A Wise Man Once Said, “The Longer You Wait For Something, The More The Uncertainty Grows.”
The predictions have turned to reality. With the UK’s historic and unprecedented decision to sever the ties with the EU in June last year, a decade of uncertainty stretches before us.
We have covered many aspects of potential Brexit repercussions so far, but today we will be looking particularly into what the elected referendum outcome could mean to the country’s financial services. Because make no mistake, Brexit and the impact on financial services could be huge.
Post-Brexit Forecasting: Brexit And The Impact On Financial Services
The financial sector is an extremely important and vital one, not just for the national, but global economy, as this Oliver Wyman report goes to prove:
“The UK-based financial services sector is a significant contributor to the UK economy. The sector annually earns approximately £190 billion – £205 billion in revenues, contributes £120 billion – £125 billion in Gross Value Added (GVA), and, together with the 1.1 million people working in financial services up and down the country, generates an estimated £60 billion – £67 billion of taxes each year. It contributes a trade surplus of approximately £58 billion to the UK’s balance of payments”.
So what is going to happen in this assumed 10 years of transitional period to complete independence from the EU? As of now, nobody really knows. Because Brexit is such an unprecedented political event, even the most apt financial experts can feel at sea.
Staring at our crystal ball of national and EU politics, what do we see? Several scenarios unfold.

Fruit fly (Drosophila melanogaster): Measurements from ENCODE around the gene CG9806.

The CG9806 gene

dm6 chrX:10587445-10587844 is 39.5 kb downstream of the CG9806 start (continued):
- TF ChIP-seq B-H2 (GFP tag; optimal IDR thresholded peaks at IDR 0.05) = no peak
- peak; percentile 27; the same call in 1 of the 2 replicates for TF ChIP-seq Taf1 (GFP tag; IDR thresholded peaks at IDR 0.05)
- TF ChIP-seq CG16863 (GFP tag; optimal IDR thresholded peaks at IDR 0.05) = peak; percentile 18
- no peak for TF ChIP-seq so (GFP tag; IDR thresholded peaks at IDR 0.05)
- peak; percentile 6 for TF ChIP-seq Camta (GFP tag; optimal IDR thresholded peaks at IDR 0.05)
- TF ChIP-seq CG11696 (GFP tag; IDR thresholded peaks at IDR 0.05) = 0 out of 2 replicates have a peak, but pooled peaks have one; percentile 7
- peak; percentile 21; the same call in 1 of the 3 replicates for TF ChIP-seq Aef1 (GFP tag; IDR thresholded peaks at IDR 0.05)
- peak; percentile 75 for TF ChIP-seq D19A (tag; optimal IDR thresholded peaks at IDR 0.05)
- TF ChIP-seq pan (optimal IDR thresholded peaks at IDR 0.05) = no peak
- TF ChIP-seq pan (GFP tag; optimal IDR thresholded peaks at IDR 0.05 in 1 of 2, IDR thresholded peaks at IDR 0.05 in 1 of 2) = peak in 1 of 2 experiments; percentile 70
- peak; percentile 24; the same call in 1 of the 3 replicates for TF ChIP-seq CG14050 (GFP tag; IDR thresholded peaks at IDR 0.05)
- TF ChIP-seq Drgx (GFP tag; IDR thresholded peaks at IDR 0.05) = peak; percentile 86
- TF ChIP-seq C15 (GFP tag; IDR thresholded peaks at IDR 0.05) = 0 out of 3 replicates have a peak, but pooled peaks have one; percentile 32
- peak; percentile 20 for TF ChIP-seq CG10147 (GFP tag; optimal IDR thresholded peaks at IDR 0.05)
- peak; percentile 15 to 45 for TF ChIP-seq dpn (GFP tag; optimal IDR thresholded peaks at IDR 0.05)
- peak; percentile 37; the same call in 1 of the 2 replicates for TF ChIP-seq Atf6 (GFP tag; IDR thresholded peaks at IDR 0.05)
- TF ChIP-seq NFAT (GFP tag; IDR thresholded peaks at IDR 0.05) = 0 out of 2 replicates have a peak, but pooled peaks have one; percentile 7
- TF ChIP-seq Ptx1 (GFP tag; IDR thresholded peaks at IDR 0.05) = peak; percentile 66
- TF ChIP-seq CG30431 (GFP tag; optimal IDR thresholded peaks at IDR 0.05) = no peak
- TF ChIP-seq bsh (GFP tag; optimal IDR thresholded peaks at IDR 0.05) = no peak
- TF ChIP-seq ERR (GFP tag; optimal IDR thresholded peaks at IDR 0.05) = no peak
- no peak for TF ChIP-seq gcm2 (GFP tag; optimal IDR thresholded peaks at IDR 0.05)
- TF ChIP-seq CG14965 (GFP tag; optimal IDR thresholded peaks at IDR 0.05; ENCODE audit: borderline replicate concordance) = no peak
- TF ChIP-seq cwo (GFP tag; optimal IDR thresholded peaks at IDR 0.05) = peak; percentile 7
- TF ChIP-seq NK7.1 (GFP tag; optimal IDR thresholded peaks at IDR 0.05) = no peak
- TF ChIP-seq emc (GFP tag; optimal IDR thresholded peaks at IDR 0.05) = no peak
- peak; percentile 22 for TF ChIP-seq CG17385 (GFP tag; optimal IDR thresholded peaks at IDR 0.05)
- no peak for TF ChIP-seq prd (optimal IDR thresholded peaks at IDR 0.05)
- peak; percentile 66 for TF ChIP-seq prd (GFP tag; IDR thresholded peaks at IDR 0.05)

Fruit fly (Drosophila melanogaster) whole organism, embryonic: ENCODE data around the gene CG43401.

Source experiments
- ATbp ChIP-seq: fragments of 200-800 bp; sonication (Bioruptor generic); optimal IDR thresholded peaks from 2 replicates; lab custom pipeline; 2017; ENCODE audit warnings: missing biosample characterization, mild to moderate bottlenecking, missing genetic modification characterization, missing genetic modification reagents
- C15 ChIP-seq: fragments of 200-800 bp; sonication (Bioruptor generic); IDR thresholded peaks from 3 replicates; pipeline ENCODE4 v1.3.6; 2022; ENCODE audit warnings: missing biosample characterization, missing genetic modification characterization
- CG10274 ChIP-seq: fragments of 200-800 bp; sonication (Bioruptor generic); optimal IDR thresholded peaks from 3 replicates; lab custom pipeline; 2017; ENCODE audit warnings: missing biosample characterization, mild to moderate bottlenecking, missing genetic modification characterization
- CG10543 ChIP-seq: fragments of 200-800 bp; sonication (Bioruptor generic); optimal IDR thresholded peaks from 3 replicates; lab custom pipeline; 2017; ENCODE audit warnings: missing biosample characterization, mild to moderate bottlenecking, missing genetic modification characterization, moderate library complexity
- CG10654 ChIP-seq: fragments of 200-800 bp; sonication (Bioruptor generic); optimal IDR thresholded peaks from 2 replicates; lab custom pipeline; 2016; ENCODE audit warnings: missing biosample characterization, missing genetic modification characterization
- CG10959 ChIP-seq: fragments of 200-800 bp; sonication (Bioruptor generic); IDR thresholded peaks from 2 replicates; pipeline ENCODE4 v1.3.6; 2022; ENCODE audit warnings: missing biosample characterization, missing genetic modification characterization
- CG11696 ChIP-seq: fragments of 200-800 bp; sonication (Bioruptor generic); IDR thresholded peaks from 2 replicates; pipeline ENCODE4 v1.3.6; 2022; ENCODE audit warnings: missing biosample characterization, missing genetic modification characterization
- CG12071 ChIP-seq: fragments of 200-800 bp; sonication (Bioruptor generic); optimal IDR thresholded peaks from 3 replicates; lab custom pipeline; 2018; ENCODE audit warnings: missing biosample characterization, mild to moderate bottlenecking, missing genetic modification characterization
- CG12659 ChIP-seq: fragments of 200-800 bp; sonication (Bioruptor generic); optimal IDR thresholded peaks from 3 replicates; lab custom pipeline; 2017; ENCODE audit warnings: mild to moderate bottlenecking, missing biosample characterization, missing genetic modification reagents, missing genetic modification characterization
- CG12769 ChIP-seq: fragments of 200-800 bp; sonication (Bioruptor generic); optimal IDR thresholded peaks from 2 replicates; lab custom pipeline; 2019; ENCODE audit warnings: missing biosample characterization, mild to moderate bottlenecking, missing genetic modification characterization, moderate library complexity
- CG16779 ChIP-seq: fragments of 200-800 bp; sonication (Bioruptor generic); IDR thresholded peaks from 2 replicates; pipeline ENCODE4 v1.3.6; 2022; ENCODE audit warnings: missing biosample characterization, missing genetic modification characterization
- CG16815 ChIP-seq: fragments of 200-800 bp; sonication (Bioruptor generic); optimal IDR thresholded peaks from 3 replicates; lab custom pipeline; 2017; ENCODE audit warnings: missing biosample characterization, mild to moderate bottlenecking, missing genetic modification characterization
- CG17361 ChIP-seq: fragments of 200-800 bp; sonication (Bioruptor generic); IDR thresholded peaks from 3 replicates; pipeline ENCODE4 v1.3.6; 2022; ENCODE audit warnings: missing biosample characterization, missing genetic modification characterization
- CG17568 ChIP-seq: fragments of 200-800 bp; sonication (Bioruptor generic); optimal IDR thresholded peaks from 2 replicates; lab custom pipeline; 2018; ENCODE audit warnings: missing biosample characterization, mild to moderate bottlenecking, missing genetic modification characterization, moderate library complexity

We can roughly divide Brexit and the impact on financial services into three categories:
Economic Impact On The City
As of now, London’s position as one of the regional and global financial hubs remains unchallenged. This is mostly due to its well-established, sturdy network of institutions, support systems, and other advantages that are hardly paralleled by other places.
The experts at Grant Thornton claim that Brexit will pose a significant regulatory/legislative challenge, because more than 40 years of EU regulation have not been formally enshrined in UK law.
The question that lies before the Government is, once the EU legislation stops being effective, how to avoid and fill in the numerous gaps in the UK’s domestic legislative framework? In other words, how to adopt EU laws into UK ones?
Because whether formally in the EU or not, there is no doubt the UK will still need to comply with various EU regulations if it wants to continue conducting business with the countries that are in the Union.
Impact On International Trade
Many suspect that Brexit will result in a plunge of export of financial services to other EU countries, even though there are alternatives, such as founding subsidiaries or making bilateral trade agreements. The organisation Open Europe explains it with the following argument:
“If the current passporting system is lost, there are three broad alternatives: regulatory ‘equivalence’ with the EU, bespoke agreements, and local arrangements. Where the UK Government does not succeed in negotiating cross-border access, financial firms will still be able set up local branches and subsidiaries if they wish to continue to provide services in certain member states.
However, this may require significant investment in terms of capital, staff and infrastructure and may involve moving some of it from the UK. We believe that the Government’s primary objective, with regards to financial services, should be to try and keep the CRD IV passport.”
Final Words: Brexit And The Impact On Financial Services
All in all, it seems that, while formally independent, the UK will still have to rely heavily on EU and maintain legal compliance – if its financial services and all other aspects are not to suffer. Perhaps we should be asking ourselves, has Brexit become the new “Much ado about nothing”?
Time will tell but Brexit and the impact on financial services is worrying for many people. The three scenarios we’ve painted here are the most logical ones that elaborate on Brexit and the impact on financial services in the UK.
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